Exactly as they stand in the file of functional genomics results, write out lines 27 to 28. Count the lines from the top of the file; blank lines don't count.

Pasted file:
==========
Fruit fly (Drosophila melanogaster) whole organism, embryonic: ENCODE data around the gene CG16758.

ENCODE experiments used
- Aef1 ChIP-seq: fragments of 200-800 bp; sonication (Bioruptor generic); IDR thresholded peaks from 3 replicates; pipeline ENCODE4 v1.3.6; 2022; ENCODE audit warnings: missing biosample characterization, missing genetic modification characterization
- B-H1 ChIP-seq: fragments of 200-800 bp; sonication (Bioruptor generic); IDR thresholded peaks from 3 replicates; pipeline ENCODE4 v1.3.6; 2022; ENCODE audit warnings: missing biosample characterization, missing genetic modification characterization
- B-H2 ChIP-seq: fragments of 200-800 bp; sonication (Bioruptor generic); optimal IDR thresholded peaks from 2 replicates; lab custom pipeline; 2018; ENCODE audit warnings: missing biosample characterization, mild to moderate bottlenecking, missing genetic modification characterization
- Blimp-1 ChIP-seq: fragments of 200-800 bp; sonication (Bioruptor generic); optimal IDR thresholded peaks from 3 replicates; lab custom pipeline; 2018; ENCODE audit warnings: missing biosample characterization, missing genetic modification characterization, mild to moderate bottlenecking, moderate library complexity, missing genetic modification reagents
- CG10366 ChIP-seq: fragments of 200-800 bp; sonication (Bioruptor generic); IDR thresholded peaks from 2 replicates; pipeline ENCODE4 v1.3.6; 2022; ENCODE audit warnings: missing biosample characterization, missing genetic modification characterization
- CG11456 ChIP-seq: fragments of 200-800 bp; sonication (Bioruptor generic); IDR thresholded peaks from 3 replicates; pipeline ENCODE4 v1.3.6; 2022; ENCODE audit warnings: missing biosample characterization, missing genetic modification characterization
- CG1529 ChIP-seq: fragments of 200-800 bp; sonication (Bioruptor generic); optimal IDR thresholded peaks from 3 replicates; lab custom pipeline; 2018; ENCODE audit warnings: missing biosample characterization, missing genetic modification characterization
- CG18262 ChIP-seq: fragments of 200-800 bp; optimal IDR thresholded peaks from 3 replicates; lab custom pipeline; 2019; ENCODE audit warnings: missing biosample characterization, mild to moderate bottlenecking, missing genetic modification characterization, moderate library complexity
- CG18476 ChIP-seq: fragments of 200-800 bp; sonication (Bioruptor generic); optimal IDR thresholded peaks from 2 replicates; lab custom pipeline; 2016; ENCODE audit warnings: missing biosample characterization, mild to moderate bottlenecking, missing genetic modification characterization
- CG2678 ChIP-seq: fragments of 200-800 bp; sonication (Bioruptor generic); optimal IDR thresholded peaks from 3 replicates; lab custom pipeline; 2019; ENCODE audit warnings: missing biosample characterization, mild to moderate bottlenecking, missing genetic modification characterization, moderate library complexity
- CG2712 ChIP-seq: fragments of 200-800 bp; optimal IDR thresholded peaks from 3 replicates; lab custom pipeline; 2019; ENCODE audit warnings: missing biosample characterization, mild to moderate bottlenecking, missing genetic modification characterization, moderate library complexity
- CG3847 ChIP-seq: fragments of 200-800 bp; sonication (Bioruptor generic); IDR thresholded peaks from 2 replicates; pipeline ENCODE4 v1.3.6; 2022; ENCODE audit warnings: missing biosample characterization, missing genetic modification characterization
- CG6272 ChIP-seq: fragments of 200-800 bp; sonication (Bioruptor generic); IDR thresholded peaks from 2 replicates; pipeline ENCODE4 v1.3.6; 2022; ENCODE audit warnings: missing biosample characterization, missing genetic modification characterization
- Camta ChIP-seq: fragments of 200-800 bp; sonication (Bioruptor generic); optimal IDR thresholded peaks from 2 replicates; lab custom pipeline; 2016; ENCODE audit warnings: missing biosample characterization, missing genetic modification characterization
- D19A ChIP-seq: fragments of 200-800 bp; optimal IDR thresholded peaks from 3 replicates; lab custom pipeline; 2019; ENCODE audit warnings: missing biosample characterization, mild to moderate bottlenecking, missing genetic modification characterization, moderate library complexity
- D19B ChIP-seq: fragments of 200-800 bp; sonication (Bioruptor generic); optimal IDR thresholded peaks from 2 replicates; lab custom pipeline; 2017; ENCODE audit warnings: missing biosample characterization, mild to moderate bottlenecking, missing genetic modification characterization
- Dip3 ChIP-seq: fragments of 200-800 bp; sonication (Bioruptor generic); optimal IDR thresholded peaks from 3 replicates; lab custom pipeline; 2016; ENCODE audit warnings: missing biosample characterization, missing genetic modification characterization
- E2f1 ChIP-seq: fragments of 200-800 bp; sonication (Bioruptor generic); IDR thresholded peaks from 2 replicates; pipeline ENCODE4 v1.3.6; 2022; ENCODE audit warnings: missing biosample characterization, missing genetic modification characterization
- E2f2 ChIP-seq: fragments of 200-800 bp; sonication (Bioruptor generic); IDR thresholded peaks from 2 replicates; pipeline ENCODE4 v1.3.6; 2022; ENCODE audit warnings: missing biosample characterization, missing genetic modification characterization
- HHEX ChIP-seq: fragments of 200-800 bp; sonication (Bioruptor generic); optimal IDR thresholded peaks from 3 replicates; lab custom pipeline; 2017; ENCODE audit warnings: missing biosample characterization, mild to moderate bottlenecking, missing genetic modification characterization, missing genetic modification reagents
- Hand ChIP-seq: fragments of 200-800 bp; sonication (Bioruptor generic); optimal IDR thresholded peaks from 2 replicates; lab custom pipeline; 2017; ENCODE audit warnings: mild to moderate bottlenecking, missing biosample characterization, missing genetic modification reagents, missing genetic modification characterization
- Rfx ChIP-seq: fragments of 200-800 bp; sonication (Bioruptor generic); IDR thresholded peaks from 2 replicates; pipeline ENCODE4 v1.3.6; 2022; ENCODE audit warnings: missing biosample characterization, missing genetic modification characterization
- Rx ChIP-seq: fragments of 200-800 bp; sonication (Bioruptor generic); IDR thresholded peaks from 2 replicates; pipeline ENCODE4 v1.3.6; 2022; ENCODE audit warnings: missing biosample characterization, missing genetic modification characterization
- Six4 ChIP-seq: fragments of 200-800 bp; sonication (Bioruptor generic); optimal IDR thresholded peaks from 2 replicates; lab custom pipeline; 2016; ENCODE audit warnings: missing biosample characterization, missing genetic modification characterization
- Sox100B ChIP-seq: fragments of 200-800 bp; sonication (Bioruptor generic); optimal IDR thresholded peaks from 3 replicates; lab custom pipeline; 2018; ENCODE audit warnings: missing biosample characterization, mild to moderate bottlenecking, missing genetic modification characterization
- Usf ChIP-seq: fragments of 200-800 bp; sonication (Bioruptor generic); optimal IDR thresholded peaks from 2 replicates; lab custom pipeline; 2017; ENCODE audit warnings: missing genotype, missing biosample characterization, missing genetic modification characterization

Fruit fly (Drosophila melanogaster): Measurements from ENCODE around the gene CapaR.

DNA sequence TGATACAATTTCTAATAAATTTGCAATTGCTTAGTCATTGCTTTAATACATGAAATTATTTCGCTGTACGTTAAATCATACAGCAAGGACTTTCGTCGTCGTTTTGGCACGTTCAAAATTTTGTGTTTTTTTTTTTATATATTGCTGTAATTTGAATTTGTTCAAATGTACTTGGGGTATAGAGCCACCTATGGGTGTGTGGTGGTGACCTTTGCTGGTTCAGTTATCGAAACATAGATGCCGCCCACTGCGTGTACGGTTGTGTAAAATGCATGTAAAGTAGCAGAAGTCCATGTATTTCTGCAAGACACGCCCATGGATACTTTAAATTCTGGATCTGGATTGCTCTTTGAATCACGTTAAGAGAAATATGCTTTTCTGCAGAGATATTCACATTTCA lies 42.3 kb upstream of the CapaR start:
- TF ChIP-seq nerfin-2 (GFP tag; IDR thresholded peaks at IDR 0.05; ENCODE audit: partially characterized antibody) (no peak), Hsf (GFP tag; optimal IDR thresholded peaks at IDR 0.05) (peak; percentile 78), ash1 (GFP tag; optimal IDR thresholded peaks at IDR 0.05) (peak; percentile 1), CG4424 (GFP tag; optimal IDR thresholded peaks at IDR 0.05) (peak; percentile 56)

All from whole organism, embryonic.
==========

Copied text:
- Sox100B ChIP-seq: fragments of 200-800 bp; sonication (Bioruptor generic); optimal IDR thresholded peaks from 3 replicates; lab custom pipeline; 2018; ENCODE audit warnings: missing biosample characterization, mild to moderate bottlenecking, missing genetic modification characterization
- Usf ChIP-seq: fragments of 200-800 bp; sonication (Bioruptor generic); optimal IDR thresholded peaks from 2 replicates; lab custom pipeline; 2017; ENCODE audit warnings: missing genotype, missing biosample characterization, missing genetic modification characterization